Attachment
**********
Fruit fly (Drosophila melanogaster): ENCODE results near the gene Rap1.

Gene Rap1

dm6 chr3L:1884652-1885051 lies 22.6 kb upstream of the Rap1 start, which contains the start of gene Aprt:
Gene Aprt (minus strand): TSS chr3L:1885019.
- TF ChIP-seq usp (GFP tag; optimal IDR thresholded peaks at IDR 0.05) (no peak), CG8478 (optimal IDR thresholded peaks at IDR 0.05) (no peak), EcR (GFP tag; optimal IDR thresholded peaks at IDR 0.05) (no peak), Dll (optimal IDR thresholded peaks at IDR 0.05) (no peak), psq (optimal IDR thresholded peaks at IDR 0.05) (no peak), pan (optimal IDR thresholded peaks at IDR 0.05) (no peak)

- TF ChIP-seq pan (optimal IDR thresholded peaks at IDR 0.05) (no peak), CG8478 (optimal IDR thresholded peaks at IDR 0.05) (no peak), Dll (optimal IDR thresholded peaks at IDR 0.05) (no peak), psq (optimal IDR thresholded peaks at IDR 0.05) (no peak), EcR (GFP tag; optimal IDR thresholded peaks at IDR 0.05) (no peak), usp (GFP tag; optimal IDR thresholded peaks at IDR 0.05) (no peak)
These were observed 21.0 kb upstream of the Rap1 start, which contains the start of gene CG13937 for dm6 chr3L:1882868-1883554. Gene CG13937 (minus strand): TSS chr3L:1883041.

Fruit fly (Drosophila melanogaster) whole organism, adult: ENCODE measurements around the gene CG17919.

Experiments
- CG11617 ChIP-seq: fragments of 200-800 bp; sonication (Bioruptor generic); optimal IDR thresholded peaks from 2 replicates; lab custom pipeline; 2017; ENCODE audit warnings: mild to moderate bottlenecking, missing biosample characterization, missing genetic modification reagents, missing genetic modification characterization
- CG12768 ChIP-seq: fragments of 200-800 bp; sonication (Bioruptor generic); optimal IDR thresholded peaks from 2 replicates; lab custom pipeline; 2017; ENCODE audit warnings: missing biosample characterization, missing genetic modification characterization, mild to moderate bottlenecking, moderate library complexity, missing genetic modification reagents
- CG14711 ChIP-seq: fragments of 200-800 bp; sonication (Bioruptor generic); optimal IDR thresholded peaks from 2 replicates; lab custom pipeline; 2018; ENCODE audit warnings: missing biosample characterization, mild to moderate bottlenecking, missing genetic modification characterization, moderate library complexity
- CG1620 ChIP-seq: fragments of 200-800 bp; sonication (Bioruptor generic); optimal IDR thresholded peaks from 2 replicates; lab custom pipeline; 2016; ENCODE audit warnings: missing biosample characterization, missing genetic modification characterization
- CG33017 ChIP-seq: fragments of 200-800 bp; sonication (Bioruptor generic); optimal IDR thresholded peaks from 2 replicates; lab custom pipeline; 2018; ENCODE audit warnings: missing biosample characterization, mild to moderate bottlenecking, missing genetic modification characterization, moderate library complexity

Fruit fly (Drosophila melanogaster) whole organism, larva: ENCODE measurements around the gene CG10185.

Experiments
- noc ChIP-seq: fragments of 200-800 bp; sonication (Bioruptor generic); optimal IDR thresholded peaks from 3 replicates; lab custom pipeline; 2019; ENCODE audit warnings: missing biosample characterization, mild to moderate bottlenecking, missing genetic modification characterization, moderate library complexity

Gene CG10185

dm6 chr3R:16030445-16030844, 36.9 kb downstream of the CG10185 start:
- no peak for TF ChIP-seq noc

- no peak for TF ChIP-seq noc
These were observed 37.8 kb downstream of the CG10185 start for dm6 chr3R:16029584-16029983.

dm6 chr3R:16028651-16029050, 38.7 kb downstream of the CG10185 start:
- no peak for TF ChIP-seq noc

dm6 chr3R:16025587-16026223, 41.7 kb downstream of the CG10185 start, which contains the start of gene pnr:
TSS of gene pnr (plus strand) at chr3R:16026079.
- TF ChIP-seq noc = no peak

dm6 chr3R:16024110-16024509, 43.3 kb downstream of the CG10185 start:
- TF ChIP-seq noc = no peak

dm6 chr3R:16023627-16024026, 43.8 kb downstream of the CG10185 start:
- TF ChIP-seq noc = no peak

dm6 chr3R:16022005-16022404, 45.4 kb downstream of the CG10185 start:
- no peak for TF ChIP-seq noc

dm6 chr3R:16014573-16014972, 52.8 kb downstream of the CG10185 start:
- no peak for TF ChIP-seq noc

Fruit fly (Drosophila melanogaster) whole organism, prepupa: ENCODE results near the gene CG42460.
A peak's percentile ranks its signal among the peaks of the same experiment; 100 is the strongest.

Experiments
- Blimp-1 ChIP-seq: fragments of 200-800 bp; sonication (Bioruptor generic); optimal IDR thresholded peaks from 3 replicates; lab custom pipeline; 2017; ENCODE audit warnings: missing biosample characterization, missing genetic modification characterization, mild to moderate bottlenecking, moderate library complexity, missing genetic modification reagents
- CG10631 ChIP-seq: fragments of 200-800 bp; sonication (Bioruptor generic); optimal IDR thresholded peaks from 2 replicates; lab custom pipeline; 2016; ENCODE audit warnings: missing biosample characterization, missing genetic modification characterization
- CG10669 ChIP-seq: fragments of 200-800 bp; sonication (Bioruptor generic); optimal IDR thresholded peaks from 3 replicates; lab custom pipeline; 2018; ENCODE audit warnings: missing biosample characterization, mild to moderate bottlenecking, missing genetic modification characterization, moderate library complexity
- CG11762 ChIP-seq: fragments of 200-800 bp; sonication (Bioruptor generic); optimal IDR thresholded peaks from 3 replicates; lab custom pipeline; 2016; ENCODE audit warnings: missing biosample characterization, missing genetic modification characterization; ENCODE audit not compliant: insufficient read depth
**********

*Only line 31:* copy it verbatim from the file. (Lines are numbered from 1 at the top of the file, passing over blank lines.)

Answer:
- TF ChIP-seq noc = no peak